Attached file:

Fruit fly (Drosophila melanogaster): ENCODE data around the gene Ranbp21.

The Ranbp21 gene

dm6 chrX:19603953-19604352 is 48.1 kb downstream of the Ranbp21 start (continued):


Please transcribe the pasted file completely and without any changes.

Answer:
Fruit fly (Drosophila melanogaster): ENCODE data around the gene Ranbp21.

The Ranbp21 gene

dm6 chrX:19603953-19604352 is 48.1 kb downstream of the Ranbp21 start (continued):